Cybersecurity researchers discovered Chinese hack group Earth Lusca

hack group Earth Lusca

According to a Trend Micro report, the Chinese cyber-espionage hack group Earth Lusca not only monitors strategic targets, but also engages in financially motivated attacks for profit.

The researchers write that in recent years, the hack group has been spying on a variety of targets that could be of interest to the Chinese government, for example:

  • government agencies in Taiwan, Thailand, Philippines, Vietnam, UAE, Mongolia and Nigeria;
  • educational institutions in Taiwan, Hong Kong, Japan and France;
  • Media in Taiwan, Hong Kong, Australia, Germany and France;
  • pro-democracy and human rights political organizations and movements in Hong Kong;
  • research organizations studying COVID-19 in the US;
  • telecommunications companies in Nepal;
  • religious movements banned in mainland China

Interestingly, at the same time, the group managed to attack gambling companies in China and various cryptocurrency platforms, stealing other people’s funds.

The Record notes that hack groups that practice both financially motivated and spy attacks are not a rarity. For example, Iranian hackers hack into VPN devices around the world, select important targets they need to collect data, and sell the “surplus” on the dark web, on forums frequented by ransomware operators.

North Korean hackers are a category in their own right, as some of them are clearly authorized by the state to rob banks and cryptocurrency exchanges to raise money for their country, which has long been under severe economic sanctions.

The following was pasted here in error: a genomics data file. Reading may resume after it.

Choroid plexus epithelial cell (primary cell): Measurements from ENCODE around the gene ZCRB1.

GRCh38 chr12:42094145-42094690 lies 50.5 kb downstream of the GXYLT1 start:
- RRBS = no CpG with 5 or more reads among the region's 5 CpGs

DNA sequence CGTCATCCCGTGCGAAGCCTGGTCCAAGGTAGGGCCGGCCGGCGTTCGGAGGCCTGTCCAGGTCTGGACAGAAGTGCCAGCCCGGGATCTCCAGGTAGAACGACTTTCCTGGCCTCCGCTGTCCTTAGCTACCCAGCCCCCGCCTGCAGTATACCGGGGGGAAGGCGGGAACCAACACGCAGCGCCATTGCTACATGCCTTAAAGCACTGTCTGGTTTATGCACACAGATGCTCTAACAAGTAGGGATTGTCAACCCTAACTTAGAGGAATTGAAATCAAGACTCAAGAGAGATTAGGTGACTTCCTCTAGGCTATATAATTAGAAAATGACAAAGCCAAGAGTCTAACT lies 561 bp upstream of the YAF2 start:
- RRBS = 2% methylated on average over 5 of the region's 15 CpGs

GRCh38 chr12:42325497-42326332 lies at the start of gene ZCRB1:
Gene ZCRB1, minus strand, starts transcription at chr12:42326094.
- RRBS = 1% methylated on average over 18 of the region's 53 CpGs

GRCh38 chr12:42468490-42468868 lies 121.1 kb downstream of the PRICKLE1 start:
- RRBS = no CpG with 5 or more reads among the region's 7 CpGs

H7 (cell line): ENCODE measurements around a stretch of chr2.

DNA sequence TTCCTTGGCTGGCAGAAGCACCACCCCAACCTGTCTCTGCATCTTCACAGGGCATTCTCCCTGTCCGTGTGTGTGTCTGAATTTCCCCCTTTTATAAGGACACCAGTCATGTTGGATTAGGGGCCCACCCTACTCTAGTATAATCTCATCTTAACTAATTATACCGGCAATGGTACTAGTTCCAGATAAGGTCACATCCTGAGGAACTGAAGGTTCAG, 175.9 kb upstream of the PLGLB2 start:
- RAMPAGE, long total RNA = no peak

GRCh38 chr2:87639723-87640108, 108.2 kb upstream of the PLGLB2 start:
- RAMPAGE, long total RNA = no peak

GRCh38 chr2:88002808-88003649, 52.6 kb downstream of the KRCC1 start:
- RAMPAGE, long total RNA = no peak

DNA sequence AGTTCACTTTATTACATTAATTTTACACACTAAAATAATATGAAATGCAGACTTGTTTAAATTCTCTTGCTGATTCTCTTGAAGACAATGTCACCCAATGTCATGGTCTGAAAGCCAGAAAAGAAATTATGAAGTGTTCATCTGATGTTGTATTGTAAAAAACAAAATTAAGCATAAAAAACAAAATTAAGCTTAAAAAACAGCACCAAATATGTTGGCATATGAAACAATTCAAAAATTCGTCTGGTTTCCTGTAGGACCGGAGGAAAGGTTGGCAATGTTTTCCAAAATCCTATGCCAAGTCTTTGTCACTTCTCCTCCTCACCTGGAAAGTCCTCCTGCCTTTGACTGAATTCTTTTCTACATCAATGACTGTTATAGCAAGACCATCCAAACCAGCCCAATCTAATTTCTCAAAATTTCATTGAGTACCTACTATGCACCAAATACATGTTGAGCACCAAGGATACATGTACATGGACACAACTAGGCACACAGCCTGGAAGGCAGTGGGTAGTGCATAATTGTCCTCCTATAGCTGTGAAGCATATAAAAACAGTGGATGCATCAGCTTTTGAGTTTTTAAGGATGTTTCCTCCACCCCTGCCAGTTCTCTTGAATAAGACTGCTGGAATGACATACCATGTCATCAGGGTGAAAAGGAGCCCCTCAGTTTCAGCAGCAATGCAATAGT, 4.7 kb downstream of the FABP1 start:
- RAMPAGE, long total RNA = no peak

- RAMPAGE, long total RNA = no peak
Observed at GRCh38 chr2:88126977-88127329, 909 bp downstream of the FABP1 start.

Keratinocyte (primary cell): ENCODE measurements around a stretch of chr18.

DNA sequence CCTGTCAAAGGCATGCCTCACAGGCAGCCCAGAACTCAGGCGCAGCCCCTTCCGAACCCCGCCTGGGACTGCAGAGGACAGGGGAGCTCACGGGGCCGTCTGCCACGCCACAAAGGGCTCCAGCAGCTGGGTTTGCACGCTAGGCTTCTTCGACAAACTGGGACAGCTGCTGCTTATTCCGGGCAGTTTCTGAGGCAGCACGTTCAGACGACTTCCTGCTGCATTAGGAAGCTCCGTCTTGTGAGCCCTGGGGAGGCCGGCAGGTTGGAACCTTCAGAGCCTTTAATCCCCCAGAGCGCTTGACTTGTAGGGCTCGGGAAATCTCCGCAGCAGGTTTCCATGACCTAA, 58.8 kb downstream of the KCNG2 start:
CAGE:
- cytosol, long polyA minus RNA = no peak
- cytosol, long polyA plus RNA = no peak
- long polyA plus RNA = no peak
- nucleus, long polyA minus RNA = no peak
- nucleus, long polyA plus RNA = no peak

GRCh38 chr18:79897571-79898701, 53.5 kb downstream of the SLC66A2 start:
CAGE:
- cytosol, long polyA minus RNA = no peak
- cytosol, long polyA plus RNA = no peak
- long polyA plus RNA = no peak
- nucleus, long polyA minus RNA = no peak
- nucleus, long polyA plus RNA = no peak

As for China, similar behavior has been previously observed in some hack groups from the Middle Kingdom. For example, the FireEye report talks about APT41 (aka Double Dragon), whose tactics are in many ways similar to Earth Lusca.

Trend Micro reports that Earth Lusca participants mainly use three attack methods in their campaigns:

  • exploitation of unpatched vulnerabilities on Internet-accessible servers and web applications (eg Oracle GlassFish and Microsoft Exchange);
  • targeted phishing emails that contain links to malicious files or websites;
  • Watering hole attacks, when victims are lured to pre-compromised sites, and there they try to infect them with malware.

In most cases, the attackers aimed to deploy Cobalt Strike on infected hosts, and the payloads used during the second phase of the attack include the Doraemon, ShadowPad, Winnti and FunnySwitch backdoors, as well as the AntSword and Behinder web shells.

The researchers also noted that the group often deploys mining malware on infected hosts.

Although it remains unclear whether this is done for the sake of mining cryptocurrency or is it a way to divert the attention of the IT specialists of the victim company, who may believe that the hack was related to a regular mining botnet, and not a complex spy operation.

Let me remind you that I talked about the fact that the Chinese hack group Aquatic Panda exploits Log4Shell to hack educational institutions, and also that the Chinese hack group Chimera steals data from air passengers.

By Vladimir Krasnogolovy

Vladimir is a technical specialist who loves giving qualified advices and tips on GridinSoft's products. He's available 24/7 to assist you in any question regarding internet security.

View all of Vladimir Krasnogolovy's posts.

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